April is the busiest time of year for bookkeepers and tax accountants. Often, as we’ve discovered, this also comes as quite a stressful time for many a business owner. The realization that managing one’s business books isn’t a once-a-year job.
If this is you this year, there is good news ahead! You can proactively set yourself up for less stress next year by ensuring you are compliant all year long, starting today. Follow the below tips to make your next tax year a breeze by saving money, time and stress, while ensuring you remain compliant with Revenue Canada all year long.
Compliance Tip 1: Read your mail.
This seems obvious, but there are so many of us that see the brown envelope from the Canada Revenue Agency (CRA) and put it in a corner, unopened. Choosing to stay naïve about why CRA is contacting you is a sure-fire way to open yourself up to possible penalties. In fact, we’ve had conversations with some business owners who didn’t open their CRA mail and wondered why they have $1,000 in penalties. The answers were in that brown envelope.
Here’s the thing: CRA is no different than any other vendor. They are either looking for payment or are giving you a refund and need action from you. So, save yourself some time, money and stress, and read your mail.
Compliance Tip 2: Pay your tax liabilities.
Depending on how large your tax liabilities are, CRA will want this on a regular basis, which could be monthly or quarterly. CRA will try to notify you (which is why Compliance Tip 1 is so important), but it is easy to miss or misunderstand what is required of you. Doing your own research and having a trusted advisor is important because this will help you understand what your tax liabilities are and when your submission dates are. This is crucial as specific dates will differ for different companies and individuals.
For example, if you are a sole proprietor, April 30th is the deadline for your personal tax returns, and June 15th is the deadline for your business proprietorship tax returns. However, if you owe any tax to the government, you must submit payment by April 30th. This is the very reason we recommend to all our sole proprietor clients to submit their taxes by April 30th, not June 15th – to help avoid any late payment fees on amounts owing. It can be confusing with so many dates to remember, so we have a complete breakdown of key dates for corporations, sole proprietors and individuals here.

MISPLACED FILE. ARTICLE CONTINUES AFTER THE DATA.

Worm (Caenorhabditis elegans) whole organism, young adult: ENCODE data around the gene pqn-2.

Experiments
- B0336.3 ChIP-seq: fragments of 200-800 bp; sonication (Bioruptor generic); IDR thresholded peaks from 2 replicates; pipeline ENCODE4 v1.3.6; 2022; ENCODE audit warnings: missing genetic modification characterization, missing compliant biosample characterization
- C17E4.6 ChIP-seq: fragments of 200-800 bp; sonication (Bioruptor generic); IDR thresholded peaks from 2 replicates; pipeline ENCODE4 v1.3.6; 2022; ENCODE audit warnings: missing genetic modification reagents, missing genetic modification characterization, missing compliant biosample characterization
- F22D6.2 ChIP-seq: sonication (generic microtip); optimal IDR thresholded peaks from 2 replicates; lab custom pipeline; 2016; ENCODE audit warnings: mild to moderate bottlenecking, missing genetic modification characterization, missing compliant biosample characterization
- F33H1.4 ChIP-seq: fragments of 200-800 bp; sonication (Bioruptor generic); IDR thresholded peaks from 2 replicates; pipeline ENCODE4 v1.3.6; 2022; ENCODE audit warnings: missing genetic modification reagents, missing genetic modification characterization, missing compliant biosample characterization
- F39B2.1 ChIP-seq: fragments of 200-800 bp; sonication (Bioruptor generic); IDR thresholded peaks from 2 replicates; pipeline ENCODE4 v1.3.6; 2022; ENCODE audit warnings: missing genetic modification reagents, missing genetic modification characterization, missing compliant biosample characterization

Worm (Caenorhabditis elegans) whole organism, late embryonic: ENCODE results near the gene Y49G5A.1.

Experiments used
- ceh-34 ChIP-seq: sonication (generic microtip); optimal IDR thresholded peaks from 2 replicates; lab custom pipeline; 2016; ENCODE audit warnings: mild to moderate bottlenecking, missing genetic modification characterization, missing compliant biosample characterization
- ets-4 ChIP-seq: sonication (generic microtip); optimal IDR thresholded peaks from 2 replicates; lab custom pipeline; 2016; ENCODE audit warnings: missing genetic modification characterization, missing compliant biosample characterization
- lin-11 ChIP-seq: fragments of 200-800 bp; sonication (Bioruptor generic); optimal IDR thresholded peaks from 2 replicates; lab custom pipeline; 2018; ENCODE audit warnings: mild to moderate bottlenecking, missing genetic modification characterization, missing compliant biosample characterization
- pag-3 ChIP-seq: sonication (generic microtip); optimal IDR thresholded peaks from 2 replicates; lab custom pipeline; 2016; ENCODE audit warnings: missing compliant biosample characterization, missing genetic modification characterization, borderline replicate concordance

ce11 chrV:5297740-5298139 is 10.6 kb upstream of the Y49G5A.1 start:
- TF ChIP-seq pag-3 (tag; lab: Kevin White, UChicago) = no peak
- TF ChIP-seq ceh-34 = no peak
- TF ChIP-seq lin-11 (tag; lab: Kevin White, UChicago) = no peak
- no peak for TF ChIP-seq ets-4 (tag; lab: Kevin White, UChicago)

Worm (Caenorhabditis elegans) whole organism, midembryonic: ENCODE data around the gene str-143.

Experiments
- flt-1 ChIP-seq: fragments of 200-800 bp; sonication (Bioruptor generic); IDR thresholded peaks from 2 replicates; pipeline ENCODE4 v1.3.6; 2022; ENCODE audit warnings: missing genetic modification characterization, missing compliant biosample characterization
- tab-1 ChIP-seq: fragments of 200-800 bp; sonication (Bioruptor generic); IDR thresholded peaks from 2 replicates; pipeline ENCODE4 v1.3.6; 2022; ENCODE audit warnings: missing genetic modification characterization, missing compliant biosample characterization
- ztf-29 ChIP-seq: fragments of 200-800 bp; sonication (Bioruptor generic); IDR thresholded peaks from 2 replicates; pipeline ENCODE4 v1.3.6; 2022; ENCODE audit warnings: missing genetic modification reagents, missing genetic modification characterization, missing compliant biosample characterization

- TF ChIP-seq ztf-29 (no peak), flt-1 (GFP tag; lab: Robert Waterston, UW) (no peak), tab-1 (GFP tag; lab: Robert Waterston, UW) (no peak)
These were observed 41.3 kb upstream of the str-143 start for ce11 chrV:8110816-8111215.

Compliance Tip 3: Sole proprietors have tax responsibilities.
The issue many sole proprietors run into is forgetting that they are still responsible for taxes. For instance, sole proprietors typically do not have any income tax deducted from the income they take out of the company. Therefore, they are responsible for making these payments that are due quarterly to the CRA. If your tax liability is greater than $3,000, then the CRA will want quarterly payments (typically March, June, September and December) rather than yearly payments. You may receive a reminder from them, but it’s your responsibility to be aware of this and initiate it.
You are also required to pay your CPP based on your net income from your business. This can add up quite quickly, so it’s important to know your numbers. Specifically, know your business net income from the previous year and be up-to-date on your numbers from the current year. Without knowing these numbers, it will be difficult to know where you will stand for any liability due to the government when the time comes to file.
Compliance Tip 4: Corporations year end musts.
Corporations have different filing deadlines based on their individual year-end. Not all corporations follow the typical calendar year, choosing for their year ends to fall on another month (e.g. June). Regardless of the year end, the corporation must make sure their company taxes are paid no later than three months after its year-end. The actual tax return is due six months after year-end. Corporations will have extra time to file, but if there is a tax liability, CRA will want their tax in a timely fashion.
Compliance Tip 5: Record retention.
Record retention is vital for business owners and will vary based on the type of transactions and volume of transactions of a business. The reason retaining your records is important is you have easy access to necessary documentation and support should CRA inquire. This can become an administrative burden, particularly in terms of how to organize and store all the paperwork generated by your business. We encourage putting some thought into what will work best for you and your business whether it be manually storing the paper or electronically in the cloud.
Short and simple: You need to keep your records. Records of interest include:
- Bank statements,
- Cheques, if you still use them,
- Customer and vendor invoices for every transaction of your business,
- Legal agreements, and
- Anything that supports what your business has done of the last reporting period.
What can you do first? Read your mail. We cannot stress enough how easy your numbers become when you open your mail or set up e-notifications from the CRA. Following the above tips will truly help relieve your stress, save your money and cut down on time being wasted. Now that you’re ahead of the curve, we would love to talk more about your bookkeeping questions. Contact Priority Business Solutions today.